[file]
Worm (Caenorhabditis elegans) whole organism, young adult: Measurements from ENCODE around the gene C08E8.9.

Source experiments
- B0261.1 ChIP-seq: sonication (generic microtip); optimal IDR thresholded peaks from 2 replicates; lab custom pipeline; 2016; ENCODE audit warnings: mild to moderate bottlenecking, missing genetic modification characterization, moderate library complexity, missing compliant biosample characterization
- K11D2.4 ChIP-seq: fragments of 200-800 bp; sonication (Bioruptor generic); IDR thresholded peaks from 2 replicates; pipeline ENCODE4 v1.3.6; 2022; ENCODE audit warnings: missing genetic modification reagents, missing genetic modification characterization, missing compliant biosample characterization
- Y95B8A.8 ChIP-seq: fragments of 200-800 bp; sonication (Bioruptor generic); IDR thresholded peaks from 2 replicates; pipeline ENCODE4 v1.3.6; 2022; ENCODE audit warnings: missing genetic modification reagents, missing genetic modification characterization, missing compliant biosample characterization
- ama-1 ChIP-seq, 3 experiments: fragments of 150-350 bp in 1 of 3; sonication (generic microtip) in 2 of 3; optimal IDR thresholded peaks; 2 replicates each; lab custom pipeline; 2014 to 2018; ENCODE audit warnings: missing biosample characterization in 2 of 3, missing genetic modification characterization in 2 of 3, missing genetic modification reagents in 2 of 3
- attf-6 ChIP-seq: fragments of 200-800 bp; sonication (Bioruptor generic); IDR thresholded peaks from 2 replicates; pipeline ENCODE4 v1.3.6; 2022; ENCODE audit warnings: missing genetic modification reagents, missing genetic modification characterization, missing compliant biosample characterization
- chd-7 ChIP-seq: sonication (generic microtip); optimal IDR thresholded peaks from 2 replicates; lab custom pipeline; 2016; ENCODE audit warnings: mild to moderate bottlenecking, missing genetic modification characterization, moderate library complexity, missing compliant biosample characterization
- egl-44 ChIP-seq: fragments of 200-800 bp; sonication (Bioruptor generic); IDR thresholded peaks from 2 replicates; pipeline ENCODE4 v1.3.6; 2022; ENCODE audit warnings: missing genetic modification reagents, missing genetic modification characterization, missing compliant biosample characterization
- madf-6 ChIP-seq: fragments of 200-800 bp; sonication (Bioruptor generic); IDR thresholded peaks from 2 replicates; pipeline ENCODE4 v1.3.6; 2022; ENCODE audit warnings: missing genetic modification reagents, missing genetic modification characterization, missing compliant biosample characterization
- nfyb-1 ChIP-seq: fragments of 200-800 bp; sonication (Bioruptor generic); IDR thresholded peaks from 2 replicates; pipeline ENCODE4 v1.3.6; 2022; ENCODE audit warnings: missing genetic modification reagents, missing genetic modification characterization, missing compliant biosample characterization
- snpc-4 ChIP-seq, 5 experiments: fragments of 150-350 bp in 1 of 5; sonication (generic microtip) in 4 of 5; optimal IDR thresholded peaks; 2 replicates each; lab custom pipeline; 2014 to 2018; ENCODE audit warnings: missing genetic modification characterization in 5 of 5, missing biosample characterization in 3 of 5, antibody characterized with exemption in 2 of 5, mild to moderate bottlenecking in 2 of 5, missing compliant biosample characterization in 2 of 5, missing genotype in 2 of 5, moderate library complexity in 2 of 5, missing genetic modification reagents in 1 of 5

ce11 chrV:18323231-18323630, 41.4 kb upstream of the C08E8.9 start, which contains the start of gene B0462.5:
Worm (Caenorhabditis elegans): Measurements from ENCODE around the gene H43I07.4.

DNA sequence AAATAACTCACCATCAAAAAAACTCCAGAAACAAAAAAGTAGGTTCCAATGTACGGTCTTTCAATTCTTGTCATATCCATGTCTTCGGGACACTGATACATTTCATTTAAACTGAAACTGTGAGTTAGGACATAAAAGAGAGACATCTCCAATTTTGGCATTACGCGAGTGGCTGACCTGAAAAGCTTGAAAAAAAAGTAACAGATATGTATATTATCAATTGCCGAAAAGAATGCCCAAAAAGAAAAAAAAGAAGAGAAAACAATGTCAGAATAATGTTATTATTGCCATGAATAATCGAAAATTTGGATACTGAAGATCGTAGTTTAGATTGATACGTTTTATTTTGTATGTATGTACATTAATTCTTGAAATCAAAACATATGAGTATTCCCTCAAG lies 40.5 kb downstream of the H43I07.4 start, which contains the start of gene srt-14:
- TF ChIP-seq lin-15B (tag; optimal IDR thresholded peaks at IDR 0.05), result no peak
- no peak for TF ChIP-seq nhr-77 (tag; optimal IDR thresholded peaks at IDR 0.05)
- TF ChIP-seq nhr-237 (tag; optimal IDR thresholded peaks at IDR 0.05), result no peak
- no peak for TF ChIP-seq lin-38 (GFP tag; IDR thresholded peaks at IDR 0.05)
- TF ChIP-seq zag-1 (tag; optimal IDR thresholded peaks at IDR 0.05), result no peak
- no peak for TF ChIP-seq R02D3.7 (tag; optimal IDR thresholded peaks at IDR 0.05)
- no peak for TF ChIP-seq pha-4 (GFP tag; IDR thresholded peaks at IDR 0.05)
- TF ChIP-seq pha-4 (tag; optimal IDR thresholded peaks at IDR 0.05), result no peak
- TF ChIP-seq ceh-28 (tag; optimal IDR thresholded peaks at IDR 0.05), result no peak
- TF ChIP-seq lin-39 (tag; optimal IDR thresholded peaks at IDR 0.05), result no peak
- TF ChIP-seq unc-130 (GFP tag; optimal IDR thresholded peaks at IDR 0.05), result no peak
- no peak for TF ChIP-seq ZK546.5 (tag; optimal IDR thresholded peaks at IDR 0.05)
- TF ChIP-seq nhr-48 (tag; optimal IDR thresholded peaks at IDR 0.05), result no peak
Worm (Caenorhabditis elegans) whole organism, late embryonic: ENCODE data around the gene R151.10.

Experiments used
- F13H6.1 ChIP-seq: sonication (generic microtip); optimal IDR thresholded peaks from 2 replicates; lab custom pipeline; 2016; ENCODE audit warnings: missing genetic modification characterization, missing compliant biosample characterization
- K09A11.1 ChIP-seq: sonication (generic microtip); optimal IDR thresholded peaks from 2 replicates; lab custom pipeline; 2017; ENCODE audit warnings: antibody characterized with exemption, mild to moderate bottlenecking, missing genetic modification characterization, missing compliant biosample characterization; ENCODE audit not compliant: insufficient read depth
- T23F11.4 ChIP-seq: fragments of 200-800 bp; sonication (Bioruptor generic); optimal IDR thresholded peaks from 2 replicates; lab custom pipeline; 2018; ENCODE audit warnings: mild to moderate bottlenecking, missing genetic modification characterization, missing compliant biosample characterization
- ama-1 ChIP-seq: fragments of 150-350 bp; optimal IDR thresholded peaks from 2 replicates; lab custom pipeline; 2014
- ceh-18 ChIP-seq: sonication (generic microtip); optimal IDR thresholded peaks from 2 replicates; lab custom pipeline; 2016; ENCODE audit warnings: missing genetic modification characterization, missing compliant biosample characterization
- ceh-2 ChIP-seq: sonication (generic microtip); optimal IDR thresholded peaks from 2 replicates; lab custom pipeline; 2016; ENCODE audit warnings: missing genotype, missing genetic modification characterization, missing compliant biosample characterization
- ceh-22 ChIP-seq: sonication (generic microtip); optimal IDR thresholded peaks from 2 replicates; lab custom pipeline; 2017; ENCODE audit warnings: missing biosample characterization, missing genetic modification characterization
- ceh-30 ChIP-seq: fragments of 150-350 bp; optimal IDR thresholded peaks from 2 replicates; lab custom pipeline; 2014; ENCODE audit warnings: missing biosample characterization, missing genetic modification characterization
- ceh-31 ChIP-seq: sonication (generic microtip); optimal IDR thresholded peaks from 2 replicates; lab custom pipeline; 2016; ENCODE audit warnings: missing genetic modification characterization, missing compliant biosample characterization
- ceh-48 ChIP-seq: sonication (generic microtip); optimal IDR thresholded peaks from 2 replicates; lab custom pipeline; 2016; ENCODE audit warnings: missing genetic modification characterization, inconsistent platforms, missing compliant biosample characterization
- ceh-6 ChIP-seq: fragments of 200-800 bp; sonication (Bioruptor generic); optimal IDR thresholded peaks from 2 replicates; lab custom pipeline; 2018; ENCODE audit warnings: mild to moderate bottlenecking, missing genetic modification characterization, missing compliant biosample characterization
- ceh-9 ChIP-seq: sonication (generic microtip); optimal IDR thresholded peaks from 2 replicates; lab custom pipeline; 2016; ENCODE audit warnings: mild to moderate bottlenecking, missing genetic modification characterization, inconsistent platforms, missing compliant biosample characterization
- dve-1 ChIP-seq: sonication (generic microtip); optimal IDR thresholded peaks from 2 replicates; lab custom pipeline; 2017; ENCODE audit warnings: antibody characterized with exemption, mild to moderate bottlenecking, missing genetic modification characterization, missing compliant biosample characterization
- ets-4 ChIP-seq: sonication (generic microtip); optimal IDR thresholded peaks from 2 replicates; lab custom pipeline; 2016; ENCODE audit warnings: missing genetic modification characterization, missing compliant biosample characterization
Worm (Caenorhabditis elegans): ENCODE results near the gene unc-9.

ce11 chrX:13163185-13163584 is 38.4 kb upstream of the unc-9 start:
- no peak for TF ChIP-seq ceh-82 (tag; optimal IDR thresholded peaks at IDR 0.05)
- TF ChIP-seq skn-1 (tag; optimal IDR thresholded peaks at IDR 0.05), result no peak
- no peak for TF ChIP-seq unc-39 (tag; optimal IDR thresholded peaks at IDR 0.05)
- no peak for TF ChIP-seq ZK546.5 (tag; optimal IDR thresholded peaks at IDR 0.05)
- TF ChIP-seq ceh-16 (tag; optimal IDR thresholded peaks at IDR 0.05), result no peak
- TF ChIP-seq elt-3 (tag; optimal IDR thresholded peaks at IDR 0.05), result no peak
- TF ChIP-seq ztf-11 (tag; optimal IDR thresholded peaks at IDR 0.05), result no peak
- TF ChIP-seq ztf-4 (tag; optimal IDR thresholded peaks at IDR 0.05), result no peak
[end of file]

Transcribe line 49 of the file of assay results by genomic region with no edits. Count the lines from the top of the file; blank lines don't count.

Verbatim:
- no peak for TF ChIP-seq unc-39 (tag; optimal IDR thresholded peaks at IDR 0.05)